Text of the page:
how to grow mushrooms at home

How to Grow Mushrooms at Home

Jane Marsh - March 16, 2022

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Some people buy their mushrooms from the store. Others get them from foraging the forest floor. Then, there are mushroom growers. You’d think that these people specialize in fungiculture or grow huge fields of mushrooms. Yet, those who produce and harvest their own mushrooms often do so at home. 

Gourmet mushrooms, such as oyster and shiitake, are easy to cultivate, allowing small growers to earn a small profit by selling them to restaurants and foodies. Perhaps you’ve even imagined doing so yourself, and why not? It’s a beginner-friendly activity that’s good for the environment and fun for the whole family. What’s not to love? 

Here’s how to get started growing mushrooms at home — and what to do with your plentiful harvest. 

How Do Mushrooms Grow?

Before you dig in — pun intended — there are a few things you should know about fungiculture and the mushroom life cycle, in general. First, cultivating fungi is all about being patient. Because most growth occurs below ground, growers won’t see progress until the fruitbody emerges and the mushrooms are ready for harvest. Once they’re ripe for picking, they’ll only remain that way for a few days before withering away. 

Unlike plants, mushrooms sprout from spores, which fall from the cap and alight on a growth medium or substrate. If conditions are favorable, the spores will germinate and grow filaments called hyphae. They then mate to create mycelium, which acts as the mushroom’s immune system. 

The mycelium expands exponentially until it forms hyphal knots from which primordia or baby mushrooms will develop. It then chooses a few to become mature fruitbodies, which quickly burst through the substrate and become full-grown mushrooms, available for harvest. Those that remain may release more spores so the life cycle can begin anew and you can keep on growing. 

1. Make Your Substrate 

The easiest way to start your own mushroom farm is to purchase a grow kit, which comes with a block of substrate already containing mushroom spores. In this case, you can skip ahead to step number three. 

If you’d rather start from scratch, make your own compost or substrate based on the type of mushroom you want to grow. You can cultivate practically any variety indoors, but each one requires a different growing medium. 


For instance, oyster mushrooms, which are the easiest variety to cultivate, thrive in a substrate of things like coffee grounds and straw. Others, like button mushrooms, require a composted manure substrate to grow. Once you determine which ingredients to include, set about gathering them and turning them into a usable growing medium.

2. Plant the Mushroom Spawn

In the wild, hyphae generally sprout from spores. However, in a controlled, indoor environment, they sprout more easily from spawn. Spawn is a mixture of spores and nutrients like straw, wood chips or grain. It acts like a sourdough starter, giving you all the ingredients you need to make a delicious final product.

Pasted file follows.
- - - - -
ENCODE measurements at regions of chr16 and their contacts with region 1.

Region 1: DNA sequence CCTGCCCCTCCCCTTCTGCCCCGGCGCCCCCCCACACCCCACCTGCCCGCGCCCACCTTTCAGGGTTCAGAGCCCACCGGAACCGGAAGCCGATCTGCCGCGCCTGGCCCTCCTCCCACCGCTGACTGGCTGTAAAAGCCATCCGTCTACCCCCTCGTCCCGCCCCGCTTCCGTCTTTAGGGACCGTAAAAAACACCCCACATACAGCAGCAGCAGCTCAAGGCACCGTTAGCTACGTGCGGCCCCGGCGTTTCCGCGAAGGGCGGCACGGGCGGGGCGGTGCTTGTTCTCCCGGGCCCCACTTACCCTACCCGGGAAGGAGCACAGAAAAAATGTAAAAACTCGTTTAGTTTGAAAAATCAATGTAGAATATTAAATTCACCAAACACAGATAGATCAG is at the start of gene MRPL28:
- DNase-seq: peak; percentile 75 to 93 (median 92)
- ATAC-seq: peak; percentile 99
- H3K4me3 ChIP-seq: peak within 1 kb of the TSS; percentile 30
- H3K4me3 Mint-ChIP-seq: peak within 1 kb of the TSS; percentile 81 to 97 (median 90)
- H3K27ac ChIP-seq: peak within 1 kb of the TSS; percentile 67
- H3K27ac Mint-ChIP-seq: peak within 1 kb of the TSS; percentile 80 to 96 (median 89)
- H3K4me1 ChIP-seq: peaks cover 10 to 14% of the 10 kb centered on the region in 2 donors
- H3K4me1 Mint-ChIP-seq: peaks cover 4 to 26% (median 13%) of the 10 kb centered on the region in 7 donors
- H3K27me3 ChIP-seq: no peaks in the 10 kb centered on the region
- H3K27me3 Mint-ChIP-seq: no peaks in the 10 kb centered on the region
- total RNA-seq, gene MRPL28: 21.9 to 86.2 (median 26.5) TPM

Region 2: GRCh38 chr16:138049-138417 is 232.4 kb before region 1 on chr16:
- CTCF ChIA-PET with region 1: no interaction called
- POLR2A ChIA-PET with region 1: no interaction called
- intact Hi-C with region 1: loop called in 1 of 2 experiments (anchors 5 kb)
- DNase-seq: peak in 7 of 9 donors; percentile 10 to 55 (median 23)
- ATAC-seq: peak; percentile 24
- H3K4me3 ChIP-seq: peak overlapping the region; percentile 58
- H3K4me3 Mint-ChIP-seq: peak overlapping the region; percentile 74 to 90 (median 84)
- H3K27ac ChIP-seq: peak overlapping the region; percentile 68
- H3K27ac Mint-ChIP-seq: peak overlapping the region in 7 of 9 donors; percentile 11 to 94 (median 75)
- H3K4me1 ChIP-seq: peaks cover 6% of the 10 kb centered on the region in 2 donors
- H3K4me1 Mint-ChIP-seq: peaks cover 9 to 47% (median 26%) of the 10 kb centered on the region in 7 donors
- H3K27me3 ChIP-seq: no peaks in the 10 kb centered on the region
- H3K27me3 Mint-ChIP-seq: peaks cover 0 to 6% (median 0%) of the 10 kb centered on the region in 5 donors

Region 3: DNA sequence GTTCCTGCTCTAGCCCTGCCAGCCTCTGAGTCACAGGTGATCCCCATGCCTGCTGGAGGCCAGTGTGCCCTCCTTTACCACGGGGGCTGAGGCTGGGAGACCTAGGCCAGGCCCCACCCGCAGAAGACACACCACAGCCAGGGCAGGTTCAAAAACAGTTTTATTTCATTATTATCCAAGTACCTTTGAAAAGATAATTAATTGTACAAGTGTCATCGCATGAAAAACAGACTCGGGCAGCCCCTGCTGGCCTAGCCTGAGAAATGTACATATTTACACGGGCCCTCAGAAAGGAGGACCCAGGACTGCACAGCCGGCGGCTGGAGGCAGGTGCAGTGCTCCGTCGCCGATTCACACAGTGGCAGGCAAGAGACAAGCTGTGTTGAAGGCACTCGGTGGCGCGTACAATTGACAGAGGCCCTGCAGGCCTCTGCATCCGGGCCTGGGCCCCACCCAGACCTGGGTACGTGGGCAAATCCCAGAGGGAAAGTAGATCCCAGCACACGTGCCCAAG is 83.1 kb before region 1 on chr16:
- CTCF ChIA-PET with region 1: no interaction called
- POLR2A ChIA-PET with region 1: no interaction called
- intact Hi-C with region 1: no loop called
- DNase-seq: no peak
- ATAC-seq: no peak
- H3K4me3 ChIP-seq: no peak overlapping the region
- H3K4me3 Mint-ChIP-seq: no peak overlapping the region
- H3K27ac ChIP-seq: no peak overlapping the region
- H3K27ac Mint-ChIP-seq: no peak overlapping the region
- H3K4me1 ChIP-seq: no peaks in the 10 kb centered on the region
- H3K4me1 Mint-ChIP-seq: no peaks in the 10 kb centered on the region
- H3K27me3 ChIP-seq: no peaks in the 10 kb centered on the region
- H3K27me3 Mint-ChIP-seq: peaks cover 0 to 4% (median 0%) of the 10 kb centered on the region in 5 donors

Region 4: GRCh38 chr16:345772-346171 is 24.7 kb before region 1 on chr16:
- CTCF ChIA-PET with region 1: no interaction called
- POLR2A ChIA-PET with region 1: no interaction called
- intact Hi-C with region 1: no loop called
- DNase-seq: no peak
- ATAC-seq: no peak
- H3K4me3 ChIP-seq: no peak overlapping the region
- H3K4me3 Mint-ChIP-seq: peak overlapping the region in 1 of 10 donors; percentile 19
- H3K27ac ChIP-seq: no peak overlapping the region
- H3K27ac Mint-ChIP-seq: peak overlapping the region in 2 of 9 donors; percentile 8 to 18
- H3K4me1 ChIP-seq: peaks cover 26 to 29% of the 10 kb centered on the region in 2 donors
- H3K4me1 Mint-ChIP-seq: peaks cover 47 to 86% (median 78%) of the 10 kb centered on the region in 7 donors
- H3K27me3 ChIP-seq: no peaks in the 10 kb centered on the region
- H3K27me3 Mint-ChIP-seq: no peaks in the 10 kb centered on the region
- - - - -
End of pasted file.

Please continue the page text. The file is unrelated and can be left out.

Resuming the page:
Once you’ve created or purchased spawn, you can plant them in the substrate. Use planting trays that measure approximately 14 by 16 inches. They should be 6 inches deep to allow for optimal mycelial growth. Fill the trays with substrate, leaving an inch of space at the top. Sprinkle the spawn on the growth medium, cover with an inch of soil and spritz the with water to promote germination. 

3. Create an Ideal Growing Environment

Mushrooms like cool, damp, dim environments that are between 55°F and 60°F. Luckily, growing them indoors allows you to control these and other important factors. Often, a basement, shed or garage will work just fine. However, you might also test out a closet or steamy bathroom since most varieties enjoy humid habitats and can tolerate some light. 

Keep the soil moist by spritzing it with water once or twice a day or covering the trays with damp towels. Otherwise, follow the instructions that accompany your mushroom grow kit. Often, these kits require little to no maintenance. They only require a dim, temperature-controlled environment to thrive. 

4. Harvest and Enjoy 

Depending on which variety of mushrooms you grow and how well you accommodate them, the fruitbodies should appear within a few days or weeks. When the caps open, they’re ready for harvest. Cut the stalk with a sharp knife and avoid pulling on the stems so as not to disturb the mycelium and surrounding fungi that are still developing. 

Loosely wrap the mushrooms in paper towels and store them in paper bags in the fridge. There, they should last a few days, and you can easily add them to recipes before they wrinkle and wither. Enjoy your mushrooms roasted with red wine butter, in a cheesy pasta dish or on pizza. However you eat them, they’ll likely taste better than the store-bought ones. Anyone with a garden can tell you that. 

Maintaining a Steady Supply 

Once you establish a mushroom growing station in your home or backyard, it’s super easy to keep them growing. Simply keep a damp cloth over the substrate and harvest your crop once a day to promote healthy growth. 

Eventually, you might have to add fresh spawn to maintain a steady supply. At this point, you might consider selling some of your yield to farm-to-table restaurants or local mushroom suppliers. This route could easily make you a few thousand dollars a year, even with a small home operation. Happy growing!


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About the author

Jane Marsh

Starting from an early age, Jane Marsh loved all animals and became a budding environmentalist. Now, Jane works as the Editor-in-Chief of Environment.co where she covers topics related to climate policy, renewable energy, the food industry, and more.